capital gains

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Capital gains refers to profits gained from the sale of capital assets. Almost everything someone owns and uses for personal or investment purposes is a capital asset. This includes a home, personal-use items like household furnishings, vehicles, or intangibles such as stocks or bonds held as investments. When you sell a capital asset, the difference between the cost in the asset (known as the adjusted basis) and the amount you realized from the sale is either a capital gain or a capital loss. If a person sells an asset at a price that is higher than the adjusted basis -the original purchase price plus additional cost to you (such as if you spent money to improve a home before selling it), this would be a capital gain because you sold the asset for more than your adjusted basis. You have a capital loss if you sell the asset for less than your adjusted basis.  Like other forms of income, capital gains are subject to income tax. The tax on capital gains only occurs when an asset is sold or “realized.” For example, if Bob buys ten shares of Stock X for $10 and then sells the ten shares for $15, Bob’s capital gain is $50.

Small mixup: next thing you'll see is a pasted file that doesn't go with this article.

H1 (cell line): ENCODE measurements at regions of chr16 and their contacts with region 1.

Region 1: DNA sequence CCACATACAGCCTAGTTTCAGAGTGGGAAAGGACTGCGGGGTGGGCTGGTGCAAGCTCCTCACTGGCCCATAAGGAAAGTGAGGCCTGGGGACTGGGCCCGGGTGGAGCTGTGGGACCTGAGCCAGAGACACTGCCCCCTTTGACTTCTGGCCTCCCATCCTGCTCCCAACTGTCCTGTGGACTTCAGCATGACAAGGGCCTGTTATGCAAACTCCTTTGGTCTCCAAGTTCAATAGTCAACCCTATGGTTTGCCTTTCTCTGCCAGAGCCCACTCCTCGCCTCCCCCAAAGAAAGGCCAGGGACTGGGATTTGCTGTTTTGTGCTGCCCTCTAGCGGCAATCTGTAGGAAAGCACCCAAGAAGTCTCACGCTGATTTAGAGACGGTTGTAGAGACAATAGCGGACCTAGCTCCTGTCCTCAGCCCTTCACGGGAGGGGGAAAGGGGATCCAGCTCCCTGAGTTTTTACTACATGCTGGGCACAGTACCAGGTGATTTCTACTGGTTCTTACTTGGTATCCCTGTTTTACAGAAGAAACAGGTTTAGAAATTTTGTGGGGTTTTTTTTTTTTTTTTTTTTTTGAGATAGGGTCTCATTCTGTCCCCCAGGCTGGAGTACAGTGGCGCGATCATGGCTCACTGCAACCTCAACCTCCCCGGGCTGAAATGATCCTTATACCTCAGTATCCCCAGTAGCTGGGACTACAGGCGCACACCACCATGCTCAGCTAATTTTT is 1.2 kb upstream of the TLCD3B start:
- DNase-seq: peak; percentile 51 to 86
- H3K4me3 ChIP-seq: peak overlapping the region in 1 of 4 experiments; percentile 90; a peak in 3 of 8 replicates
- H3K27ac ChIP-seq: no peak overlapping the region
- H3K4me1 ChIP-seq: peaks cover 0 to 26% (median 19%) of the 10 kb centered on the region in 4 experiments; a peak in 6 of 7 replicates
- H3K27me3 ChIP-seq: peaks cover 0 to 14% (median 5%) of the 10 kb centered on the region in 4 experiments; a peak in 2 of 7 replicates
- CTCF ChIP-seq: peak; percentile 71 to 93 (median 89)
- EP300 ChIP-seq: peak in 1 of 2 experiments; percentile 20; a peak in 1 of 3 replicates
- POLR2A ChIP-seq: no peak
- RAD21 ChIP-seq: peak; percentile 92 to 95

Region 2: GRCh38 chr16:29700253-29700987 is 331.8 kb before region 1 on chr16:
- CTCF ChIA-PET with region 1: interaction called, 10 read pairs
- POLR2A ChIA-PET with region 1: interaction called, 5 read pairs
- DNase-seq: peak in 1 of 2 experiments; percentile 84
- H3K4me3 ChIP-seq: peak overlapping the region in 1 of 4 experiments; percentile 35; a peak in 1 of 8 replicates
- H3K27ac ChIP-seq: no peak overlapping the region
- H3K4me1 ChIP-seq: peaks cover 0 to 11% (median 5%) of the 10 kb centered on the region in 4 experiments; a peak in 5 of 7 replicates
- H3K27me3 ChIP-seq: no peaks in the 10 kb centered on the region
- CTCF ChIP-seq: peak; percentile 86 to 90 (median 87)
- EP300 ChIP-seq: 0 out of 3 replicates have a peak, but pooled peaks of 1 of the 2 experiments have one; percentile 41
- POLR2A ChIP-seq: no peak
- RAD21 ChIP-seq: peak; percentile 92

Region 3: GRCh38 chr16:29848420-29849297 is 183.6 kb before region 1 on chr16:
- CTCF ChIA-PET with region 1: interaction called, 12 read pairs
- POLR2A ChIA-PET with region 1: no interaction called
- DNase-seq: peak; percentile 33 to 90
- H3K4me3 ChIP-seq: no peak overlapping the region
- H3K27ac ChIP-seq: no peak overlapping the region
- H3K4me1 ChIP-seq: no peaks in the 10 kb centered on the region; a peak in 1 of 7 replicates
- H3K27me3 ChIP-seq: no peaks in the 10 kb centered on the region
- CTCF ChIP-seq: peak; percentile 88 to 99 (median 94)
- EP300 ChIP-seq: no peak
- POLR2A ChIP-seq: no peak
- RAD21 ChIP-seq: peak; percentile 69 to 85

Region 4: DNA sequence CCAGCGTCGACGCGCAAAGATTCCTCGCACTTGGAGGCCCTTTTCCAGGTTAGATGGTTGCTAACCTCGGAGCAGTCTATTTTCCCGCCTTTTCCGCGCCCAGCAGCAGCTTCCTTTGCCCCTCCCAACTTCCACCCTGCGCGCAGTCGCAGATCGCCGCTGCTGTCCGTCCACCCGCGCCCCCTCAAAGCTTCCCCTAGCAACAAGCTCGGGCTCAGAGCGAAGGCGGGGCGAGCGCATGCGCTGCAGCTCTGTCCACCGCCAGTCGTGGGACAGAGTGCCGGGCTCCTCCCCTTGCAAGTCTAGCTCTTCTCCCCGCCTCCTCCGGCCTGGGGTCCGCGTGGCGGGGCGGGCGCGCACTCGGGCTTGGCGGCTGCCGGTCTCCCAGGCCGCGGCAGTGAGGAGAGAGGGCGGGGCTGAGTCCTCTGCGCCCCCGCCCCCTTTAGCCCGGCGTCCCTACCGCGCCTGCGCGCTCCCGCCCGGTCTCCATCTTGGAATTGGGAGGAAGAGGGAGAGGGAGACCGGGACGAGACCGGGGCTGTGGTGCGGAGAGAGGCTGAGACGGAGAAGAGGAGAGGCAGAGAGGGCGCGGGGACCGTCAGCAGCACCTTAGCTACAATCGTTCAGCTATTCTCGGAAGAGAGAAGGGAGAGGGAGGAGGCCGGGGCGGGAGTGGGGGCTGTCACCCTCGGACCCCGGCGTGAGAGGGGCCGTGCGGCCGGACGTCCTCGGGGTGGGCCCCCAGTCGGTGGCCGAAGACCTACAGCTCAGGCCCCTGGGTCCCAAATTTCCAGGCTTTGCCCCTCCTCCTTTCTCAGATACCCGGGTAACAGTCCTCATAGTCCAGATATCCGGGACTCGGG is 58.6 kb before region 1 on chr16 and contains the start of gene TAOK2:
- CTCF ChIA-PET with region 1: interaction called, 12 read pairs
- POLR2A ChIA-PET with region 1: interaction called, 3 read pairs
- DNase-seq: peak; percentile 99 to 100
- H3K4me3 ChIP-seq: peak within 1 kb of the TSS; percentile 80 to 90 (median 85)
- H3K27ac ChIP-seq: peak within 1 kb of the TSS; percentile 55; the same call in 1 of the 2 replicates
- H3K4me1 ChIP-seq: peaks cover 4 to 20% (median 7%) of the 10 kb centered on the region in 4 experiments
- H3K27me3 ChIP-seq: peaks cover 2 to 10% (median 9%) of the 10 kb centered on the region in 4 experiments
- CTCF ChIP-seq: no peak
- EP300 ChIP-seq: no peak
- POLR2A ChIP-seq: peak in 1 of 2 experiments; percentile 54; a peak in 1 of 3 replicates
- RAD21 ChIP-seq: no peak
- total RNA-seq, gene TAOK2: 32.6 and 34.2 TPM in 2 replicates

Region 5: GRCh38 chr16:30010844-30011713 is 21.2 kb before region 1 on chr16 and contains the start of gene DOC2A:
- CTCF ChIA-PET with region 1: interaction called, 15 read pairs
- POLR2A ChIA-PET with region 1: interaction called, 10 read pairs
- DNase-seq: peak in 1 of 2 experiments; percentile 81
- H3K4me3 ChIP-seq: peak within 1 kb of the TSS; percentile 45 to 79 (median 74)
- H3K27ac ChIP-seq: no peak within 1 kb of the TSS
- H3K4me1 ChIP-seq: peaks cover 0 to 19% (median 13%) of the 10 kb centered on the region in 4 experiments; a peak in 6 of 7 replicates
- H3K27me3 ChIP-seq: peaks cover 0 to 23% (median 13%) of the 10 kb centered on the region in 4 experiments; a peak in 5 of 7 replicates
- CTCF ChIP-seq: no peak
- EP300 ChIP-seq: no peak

There are two categories of capital gains: short-term and long-term. If the asset was held for one year or less, the capital gain is short-term. If the asset was held for more than one year, then the capital gain is long-term. To determine how long you held the asset, you generally count from the day after the day you acquired the asset up to and including the day you disposed of the asset.

Different tax rates apply for long- and short-term capital gains. As of February 11, 2020, the tax rate on most net capital gain is 15% for most individuals. Net capital gain is calculated from deducting capital losses from the total of capital gains.

[Last updated in August of 2022 by the Wex Definitions Team